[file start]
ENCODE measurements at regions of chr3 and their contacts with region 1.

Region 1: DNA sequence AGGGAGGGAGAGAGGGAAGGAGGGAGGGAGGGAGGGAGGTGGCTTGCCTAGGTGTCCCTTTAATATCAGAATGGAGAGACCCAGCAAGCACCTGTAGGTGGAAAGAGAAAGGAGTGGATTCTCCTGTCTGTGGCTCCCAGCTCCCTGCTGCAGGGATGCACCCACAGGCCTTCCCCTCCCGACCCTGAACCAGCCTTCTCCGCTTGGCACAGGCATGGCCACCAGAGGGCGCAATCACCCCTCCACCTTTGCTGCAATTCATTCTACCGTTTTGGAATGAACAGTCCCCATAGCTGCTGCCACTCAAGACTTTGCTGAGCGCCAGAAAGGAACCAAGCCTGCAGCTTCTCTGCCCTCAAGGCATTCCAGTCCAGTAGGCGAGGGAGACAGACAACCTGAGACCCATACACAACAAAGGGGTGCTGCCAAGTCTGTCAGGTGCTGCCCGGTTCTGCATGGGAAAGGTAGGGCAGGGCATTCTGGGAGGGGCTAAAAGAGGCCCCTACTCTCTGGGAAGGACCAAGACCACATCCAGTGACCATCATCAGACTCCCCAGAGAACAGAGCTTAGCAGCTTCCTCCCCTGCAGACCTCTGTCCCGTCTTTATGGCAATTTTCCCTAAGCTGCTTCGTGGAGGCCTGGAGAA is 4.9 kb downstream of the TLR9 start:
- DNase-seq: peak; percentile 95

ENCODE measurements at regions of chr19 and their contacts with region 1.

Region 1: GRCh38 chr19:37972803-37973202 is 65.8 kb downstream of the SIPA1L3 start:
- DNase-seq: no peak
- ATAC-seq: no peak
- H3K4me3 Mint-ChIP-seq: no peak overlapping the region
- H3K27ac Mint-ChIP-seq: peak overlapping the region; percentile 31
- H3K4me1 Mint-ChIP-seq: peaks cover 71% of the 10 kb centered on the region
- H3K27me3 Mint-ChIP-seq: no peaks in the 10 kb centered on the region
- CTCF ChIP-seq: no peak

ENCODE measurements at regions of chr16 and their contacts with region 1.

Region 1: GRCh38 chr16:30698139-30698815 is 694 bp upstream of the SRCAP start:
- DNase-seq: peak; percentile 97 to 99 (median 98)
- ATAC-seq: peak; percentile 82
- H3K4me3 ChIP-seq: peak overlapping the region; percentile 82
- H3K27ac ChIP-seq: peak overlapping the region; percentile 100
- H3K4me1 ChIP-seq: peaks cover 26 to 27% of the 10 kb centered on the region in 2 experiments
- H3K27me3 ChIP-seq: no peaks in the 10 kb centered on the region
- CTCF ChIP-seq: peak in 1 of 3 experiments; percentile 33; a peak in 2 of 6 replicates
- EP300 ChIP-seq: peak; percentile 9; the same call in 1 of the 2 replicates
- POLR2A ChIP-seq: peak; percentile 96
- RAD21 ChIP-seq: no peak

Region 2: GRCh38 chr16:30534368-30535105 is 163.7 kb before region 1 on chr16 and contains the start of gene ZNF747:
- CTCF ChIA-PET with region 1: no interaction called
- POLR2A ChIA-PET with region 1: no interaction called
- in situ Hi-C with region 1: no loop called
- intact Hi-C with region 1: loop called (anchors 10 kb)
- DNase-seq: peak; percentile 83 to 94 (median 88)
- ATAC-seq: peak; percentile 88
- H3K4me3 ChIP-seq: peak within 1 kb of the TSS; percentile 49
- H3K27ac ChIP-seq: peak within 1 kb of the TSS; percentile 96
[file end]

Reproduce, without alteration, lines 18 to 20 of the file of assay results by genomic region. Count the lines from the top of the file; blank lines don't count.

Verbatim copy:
- H3K27ac ChIP-seq: peak overlapping the region; percentile 100
- H3K4me1 ChIP-seq: peaks cover 26 to 27% of the 10 kb centered on the region in 2 experiments
- H3K27me3 ChIP-seq: no peaks in the 10 kb centered on the region